Obama... 1 Year Later

I still can't believe that 1 year ago today, on Tuesday, January 20, 2009, I ACTUALLY witnessed history as Barack Hussein Obama II. was sworn in as the 44th President of the United States of America.

The experience, in itself, wasn't amazing because of the fact that he became the FIRST African-American President, it was amazing because I pushed myself to physically be a part of that experience, the entire, Inauguration weekend; I refused to have sat back and watch the historic event on television and I swore to myself that I would be in the nation's capitol on that special day.

It all started with Obama's 'whistle-stop' tour in my hometown of Baltimore, Maryland, on January 17, 2009. My mother and I woke early, ate, and dressed in 3-4 layers of winter clothing, in order to brave the cold for five+ hours. We were ensconced between thousands of other Marylanders that ventured out to see and hear what then President-elect Obama had to say about his future initiatives for the White House.

My participation didn't just stop there... the next day, on January 18, 2009, I -again- piled on my snowsuit to attend the We Are One concert at the Lincoln Memorial in D.C. The icy weather and monstrous crowds could not deter me from maneuvering through the people and wedging myself against a fence (which was as close as I could get to the stage- without having a ticket).

But the apex of that weekend was, of course, Inauguration Day... again, I did not have a ticket for the event, but because I knew multiple areas on the National Mall would be open to the public for viewing, I made a decision -the night before Inauguration- to be there! My family had spent that weekend at my uncle's home, and being away from my computer, I had to use my Blackberry to surf the Internet for any available Amtrak tickets. Low-and-behold I found a 1-way ticket from Baltimore to D.C. for $26.00, and a return-trip ticket from D.C. to Baltimore for $40.00- not bad for a last minute deal. Granted there was the much-hyped fear that all bus and train tickets for D.C. were either sold out or non-existent, I was blessed enough to find an empty seat! The only catch was that I had to be in D.C. at 12:00am (last train to D.C.), and the Inauguration wouldn't take place until much later that afternoon. Nonetheless, I packed my sleeping bag, heating packs, bottled water, food, snacks, etc. and trekked south. The train going to D.C. was PACKED, as everyone was en route to support the Inauguration!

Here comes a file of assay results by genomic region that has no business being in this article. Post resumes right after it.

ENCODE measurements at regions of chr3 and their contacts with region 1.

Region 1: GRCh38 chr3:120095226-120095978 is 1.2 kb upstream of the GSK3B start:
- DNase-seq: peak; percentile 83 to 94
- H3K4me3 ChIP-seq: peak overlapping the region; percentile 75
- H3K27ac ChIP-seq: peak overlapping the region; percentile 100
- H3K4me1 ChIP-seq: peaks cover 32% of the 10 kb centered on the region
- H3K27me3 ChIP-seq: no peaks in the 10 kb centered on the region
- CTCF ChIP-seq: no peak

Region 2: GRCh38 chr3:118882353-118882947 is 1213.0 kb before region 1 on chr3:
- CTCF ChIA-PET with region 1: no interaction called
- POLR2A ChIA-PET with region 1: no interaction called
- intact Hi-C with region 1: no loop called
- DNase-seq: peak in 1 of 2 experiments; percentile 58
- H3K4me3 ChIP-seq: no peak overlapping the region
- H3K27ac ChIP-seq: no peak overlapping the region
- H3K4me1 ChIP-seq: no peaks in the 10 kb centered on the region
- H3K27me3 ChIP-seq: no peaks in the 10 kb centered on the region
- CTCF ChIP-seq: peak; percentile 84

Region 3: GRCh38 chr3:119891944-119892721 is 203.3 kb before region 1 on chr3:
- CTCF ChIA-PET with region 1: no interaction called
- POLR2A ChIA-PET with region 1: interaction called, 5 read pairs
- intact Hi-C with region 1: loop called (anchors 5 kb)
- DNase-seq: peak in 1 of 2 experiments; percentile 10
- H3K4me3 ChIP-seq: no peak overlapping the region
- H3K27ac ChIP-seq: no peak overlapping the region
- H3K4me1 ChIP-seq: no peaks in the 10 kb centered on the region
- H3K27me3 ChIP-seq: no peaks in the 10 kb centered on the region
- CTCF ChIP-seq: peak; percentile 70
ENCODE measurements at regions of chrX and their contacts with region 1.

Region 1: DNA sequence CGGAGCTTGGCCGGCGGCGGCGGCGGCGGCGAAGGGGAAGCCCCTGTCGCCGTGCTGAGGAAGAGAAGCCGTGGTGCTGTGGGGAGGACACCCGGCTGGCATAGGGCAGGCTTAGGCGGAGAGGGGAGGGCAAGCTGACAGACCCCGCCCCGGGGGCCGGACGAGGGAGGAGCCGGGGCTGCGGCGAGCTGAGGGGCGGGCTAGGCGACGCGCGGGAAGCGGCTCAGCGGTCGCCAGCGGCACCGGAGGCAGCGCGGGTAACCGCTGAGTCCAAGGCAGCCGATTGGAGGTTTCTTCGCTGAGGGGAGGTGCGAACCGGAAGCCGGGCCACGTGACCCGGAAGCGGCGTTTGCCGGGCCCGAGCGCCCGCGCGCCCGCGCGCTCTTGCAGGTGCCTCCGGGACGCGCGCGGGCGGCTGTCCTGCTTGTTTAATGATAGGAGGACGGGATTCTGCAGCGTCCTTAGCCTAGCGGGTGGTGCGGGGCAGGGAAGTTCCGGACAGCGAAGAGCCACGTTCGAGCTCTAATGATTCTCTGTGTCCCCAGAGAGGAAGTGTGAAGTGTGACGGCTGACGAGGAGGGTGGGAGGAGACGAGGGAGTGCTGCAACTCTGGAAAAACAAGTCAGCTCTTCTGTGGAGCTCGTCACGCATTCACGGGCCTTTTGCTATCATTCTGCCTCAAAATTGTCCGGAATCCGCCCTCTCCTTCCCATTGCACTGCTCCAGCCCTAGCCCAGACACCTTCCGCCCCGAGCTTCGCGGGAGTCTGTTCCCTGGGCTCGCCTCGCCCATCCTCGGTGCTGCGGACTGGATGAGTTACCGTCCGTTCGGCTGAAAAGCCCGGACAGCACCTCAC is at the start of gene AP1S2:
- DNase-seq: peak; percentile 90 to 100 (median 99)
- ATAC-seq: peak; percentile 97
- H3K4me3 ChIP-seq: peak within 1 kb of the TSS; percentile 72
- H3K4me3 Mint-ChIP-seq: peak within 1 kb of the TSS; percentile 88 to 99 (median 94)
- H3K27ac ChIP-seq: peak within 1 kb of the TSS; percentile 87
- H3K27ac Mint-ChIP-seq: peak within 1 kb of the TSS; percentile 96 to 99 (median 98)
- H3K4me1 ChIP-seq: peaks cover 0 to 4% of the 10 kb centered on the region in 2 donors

On the way there I met a few, new friends, and upon arrival I slept in Union Station until about 4:00am... afterwards I headed towards the National Mall for the grand event; it was pitch-black outside and there was already an enormous crowd forming at the entry barricade. No one was allowed past the gate(s) until after 9:00am, but we all had a BLAST waiting outside. As everyone braved the elements, we sang songs -ballads, battle hymns, show tunes- and huddled together for nearly six and-a-half hours. In the area where my group was sectioned off, I didn't get past security until around 10:30am. All this happened just over a year ago -today- and I still find it hard to believe that I WAS THERE!!! For me, the overall experience was MIND-BLOWING!!!

I've learned that once you make up your mind to do something, you're either going to achieve it or let things get in the way. Moreover, in regards to accomplishments, Obama has urged Congress to address and reform the nations fledgling health care industry, Obama has presented a bill that would strategically align the needs of those Americans who do not/cannot afford proper health care, along with revising those policies that need overhaul such as Medicare/Medicaid. Obama said, "We’ll guarantee health care for anyone who needs it, make it affordable for anyone who wants it, and ensure that the quality of your health care does not depend on the color of your skin."

He openly takes the blame for not clearly explaining health care reform, as most Americans continue to question 'what's in it for me?' Obama vows to protect every American from the worst practices of the medical industry, claiming that he "didn't take on health care because it was good politics," rather he says, "I will not walk away from most Americans... if anyone else has a better plan, let me know!" In addition to health care reform, the First Lady, Mrs. Michelle Obama, will be spearheading a national movement to attack childhood obesity later this year.